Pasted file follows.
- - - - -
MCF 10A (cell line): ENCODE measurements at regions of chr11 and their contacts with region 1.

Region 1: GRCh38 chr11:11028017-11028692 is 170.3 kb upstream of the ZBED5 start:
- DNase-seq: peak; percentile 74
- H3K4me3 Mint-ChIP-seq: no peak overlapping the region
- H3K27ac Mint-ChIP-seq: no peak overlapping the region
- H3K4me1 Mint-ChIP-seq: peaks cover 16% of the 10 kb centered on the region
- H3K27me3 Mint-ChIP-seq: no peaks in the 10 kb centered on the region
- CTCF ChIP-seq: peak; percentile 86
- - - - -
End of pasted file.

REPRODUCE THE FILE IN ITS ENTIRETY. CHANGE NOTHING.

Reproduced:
MCF 10A (cell line): ENCODE measurements at regions of chr11 and their contacts with region 1.

Region 1: GRCh38 chr11:11028017-11028692 is 170.3 kb upstream of the ZBED5 start:
- DNase-seq: peak; percentile 74
- H3K4me3 Mint-ChIP-seq: no peak overlapping the region
- H3K27ac Mint-ChIP-seq: no peak overlapping the region
- H3K4me1 Mint-ChIP-seq: peaks cover 16% of the 10 kb centered on the region
- H3K27me3 Mint-ChIP-seq: no peaks in the 10 kb centered on the region
- CTCF ChIP-seq: peak; percentile 86